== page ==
Competing emergency services providers swept into downtown Escondido Wednesday to fill the void left by the closure of Palomar Health’s emergency department.
Expected since last June, announced last month, Escondido’s only downtown emergency room closed its swinging doors after a 65-year run.
A few departments — labor and delivery, inpatient rehabilitation and behavioral health — remain at the 555 E Valley Parkway hospital that once was a major 319-bed regional medical center, but they will be shut at an as-yet undisclosed time.
Some observers expressed the belief that closures would take place to make way for an office building conversion. However, Chris Saunders, Palomar Health public relations manager March 16 said, “There are no decisions or agreements on the future of the property at this time.”
The handwriting was on the hospital wall for years. Palomar Health opened a state-of-the-art, 740,000-square-foot, 11-story hospital at 2185 Citracado Parkway in Southwest Escondido in 2012.
Officials said what they renamed Kaiser Permanente Palomar Health Downtown Campus cost $20 million a year to maintain while providing services redundant to the new facility.
Dr. Jamie Rivas, Palomar’s director of emergency services said ambulances and medical helicopters were delivering most patients to Palomar Medical Center across town. The downtown facility was being used to less serious cases to the tune of 75 to 90 patients daily compared to 240 to 280 cases daily at the hilltop medical center that looms high above Auto Parkway and Highway 78, the tallest building in Inland North County.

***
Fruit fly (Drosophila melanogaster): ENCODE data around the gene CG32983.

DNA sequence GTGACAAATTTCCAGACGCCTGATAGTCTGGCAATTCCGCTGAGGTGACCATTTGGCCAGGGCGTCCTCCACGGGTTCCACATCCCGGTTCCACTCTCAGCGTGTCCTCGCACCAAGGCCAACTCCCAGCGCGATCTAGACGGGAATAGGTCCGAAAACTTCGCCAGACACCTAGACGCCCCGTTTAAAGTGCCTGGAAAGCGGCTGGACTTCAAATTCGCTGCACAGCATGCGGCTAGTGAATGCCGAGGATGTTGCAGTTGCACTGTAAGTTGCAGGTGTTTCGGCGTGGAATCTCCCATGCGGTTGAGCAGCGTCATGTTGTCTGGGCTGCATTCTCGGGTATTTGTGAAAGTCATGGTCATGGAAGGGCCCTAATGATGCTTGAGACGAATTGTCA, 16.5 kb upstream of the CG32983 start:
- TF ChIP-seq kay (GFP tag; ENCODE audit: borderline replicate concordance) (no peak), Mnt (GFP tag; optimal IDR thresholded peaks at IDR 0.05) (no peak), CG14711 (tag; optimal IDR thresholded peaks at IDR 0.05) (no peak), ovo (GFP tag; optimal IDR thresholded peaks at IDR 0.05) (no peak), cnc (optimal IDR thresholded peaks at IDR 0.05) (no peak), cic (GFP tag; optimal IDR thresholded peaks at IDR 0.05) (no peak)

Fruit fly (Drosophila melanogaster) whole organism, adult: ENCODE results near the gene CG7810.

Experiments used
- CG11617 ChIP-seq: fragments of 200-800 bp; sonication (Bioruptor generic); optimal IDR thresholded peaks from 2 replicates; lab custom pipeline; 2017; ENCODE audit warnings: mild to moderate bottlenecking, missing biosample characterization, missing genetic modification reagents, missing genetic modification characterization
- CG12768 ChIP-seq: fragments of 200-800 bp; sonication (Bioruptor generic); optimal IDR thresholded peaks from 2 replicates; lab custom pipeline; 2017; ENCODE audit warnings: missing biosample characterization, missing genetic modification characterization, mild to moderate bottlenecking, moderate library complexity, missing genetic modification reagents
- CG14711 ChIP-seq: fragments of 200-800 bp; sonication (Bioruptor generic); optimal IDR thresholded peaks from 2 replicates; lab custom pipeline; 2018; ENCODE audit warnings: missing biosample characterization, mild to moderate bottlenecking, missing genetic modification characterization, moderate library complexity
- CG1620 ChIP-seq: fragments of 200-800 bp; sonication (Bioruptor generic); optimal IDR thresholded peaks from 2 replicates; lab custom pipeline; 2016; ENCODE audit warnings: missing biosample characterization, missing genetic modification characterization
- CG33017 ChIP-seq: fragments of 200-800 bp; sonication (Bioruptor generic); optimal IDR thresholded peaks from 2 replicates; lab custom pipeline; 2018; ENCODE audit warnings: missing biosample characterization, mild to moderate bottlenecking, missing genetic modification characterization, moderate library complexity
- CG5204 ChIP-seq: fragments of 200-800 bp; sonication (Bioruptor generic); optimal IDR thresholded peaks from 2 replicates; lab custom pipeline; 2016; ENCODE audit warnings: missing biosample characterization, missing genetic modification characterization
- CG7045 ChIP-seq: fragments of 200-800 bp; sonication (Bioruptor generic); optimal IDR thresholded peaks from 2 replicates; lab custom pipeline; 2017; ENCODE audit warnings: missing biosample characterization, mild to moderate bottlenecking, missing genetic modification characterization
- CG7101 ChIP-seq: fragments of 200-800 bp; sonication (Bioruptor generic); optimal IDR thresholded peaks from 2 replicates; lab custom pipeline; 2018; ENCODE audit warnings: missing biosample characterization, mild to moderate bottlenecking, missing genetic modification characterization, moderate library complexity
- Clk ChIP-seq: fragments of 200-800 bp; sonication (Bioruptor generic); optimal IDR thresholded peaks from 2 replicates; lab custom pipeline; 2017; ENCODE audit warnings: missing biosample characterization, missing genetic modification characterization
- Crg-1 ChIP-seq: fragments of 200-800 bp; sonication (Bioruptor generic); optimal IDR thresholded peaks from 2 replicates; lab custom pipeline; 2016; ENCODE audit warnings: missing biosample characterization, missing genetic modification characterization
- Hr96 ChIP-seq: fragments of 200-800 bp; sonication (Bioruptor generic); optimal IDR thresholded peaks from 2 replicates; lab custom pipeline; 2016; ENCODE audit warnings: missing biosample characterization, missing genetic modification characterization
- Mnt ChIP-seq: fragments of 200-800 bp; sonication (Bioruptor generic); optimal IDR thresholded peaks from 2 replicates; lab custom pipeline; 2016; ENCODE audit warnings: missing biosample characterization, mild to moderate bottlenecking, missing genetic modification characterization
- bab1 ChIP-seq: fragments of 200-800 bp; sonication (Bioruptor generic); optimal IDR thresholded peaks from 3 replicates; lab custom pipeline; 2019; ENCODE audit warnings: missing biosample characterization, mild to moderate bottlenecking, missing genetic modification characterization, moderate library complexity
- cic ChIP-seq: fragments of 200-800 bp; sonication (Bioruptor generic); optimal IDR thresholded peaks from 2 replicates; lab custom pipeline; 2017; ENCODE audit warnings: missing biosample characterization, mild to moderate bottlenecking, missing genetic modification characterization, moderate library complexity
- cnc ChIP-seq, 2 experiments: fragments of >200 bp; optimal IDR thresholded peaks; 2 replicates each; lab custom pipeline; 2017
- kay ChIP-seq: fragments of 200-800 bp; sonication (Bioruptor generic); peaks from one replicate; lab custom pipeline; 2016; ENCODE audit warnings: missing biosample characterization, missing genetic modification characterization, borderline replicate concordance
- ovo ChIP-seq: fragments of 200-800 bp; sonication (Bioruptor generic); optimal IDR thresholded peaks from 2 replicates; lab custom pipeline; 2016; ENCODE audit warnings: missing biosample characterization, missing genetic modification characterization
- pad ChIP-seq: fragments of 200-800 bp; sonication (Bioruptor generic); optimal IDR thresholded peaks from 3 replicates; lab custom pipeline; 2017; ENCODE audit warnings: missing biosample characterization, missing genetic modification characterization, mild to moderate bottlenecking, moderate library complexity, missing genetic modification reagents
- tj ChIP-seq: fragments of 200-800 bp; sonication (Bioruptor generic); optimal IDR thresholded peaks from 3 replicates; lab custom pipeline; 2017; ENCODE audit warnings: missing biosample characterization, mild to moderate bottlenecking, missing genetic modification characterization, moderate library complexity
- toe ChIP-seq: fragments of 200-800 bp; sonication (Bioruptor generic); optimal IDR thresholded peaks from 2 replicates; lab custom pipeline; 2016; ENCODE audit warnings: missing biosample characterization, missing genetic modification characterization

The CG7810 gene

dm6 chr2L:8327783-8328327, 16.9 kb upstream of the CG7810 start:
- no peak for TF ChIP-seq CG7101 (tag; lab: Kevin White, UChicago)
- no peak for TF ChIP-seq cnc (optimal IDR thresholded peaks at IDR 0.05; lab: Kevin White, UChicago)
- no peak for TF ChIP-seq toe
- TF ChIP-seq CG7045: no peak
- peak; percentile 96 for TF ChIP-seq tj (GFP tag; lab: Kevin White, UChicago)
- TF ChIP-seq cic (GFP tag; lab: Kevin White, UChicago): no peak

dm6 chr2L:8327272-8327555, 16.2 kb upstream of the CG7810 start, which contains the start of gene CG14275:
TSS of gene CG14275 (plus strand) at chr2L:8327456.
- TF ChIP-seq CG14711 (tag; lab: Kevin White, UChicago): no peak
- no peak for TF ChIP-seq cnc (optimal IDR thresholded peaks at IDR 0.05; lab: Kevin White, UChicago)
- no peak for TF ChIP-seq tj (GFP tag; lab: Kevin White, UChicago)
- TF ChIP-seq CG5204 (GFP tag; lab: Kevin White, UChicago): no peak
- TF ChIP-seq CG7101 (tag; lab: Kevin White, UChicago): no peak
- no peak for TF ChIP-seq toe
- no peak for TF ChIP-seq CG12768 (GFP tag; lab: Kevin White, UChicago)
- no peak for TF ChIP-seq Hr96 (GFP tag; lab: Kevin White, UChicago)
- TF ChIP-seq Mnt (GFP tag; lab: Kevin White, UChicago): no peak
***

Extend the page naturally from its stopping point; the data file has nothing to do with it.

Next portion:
Furthermore, only one out of 100 patients going downtown actually needed hospital admission compared to 30 percent of Palomar Medical Center emergency admissions, according to Rivas.
Downtown Escondido Emergency Services patient rush
The rush was on to fill the void left by Palomar’s emergency room closure.
Borrego Community Health Foundation began offering urgent care services at iCentro Medico Escondido, its downtown Escondido site, even as Palomar Health was wheeling out its last medical instruments.
Officials from the non-profit health care provider said they had been eyeing the downtown Escondido prize for a while, and with the closure of Palomar Health’s operation, “it makes sense,” according to Gary Rotto, Borrego Health senior vice president of government and community affairs.
Centro Medico Escondido, 1121 E Washington Ave., will add nine positions and a physicians to a 37-member staff along with 32 additional hours per week. Pre-expansion, it was closed on weekends and generally open 8 a.m. to 5 p.m. weekdays. It now will be opened to 8 p.m. on weekdays and during the weekend, Rotto said.
Coinciding with Palomar estimates, Borrego officials said up to 70 percent of Palomar’s emergency patients could be accommodated at the expanded Centro Medico Escondido.
Additional operating hours would be added to local private facilities, including Graybill Medical, Neighborhood Healthcare, Escondido Family Medicine, along with Palomar’s Expresscare clinics, said Frank Beirne, Palomar’s executive vice president of operations.